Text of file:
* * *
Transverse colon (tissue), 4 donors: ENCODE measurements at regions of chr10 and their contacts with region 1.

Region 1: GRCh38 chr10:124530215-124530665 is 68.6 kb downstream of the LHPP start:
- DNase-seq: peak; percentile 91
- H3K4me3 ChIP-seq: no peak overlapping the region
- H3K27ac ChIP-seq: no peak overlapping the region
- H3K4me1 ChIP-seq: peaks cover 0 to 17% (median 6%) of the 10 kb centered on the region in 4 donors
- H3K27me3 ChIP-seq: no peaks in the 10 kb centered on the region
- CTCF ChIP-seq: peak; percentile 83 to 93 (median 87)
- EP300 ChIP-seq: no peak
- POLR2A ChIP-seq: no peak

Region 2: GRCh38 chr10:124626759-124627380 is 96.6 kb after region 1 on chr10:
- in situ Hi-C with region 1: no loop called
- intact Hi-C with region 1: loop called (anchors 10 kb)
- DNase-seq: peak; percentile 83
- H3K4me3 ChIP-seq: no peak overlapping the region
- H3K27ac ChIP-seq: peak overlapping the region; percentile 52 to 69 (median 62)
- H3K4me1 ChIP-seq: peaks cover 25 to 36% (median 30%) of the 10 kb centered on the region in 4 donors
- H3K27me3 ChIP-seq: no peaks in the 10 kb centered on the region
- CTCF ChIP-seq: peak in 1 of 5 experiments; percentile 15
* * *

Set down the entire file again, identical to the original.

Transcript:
Transverse colon (tissue), 4 donors: ENCODE measurements at regions of chr10 and their contacts with region 1.

Region 1: GRCh38 chr10:124530215-124530665 is 68.6 kb downstream of the LHPP start:
- DNase-seq: peak; percentile 91
- H3K4me3 ChIP-seq: no peak overlapping the region
- H3K27ac ChIP-seq: no peak overlapping the region
- H3K4me1 ChIP-seq: peaks cover 0 to 17% (median 6%) of the 10 kb centered on the region in 4 donors
- H3K27me3 ChIP-seq: no peaks in the 10 kb centered on the region
- CTCF ChIP-seq: peak; percentile 83 to 93 (median 87)
- EP300 ChIP-seq: no peak
- POLR2A ChIP-seq: no peak

Region 2: GRCh38 chr10:124626759-124627380 is 96.6 kb after region 1 on chr10:
- in situ Hi-C with region 1: no loop called
- intact Hi-C with region 1: loop called (anchors 10 kb)
- DNase-seq: peak; percentile 83
- H3K4me3 ChIP-seq: no peak overlapping the region
- H3K27ac ChIP-seq: peak overlapping the region; percentile 52 to 69 (median 62)
- H3K4me1 ChIP-seq: peaks cover 25 to 36% (median 30%) of the 10 kb centered on the region in 4 donors
- H3K27me3 ChIP-seq: no peaks in the 10 kb centered on the region
- CTCF ChIP-seq: peak in 1 of 5 experiments; percentile 15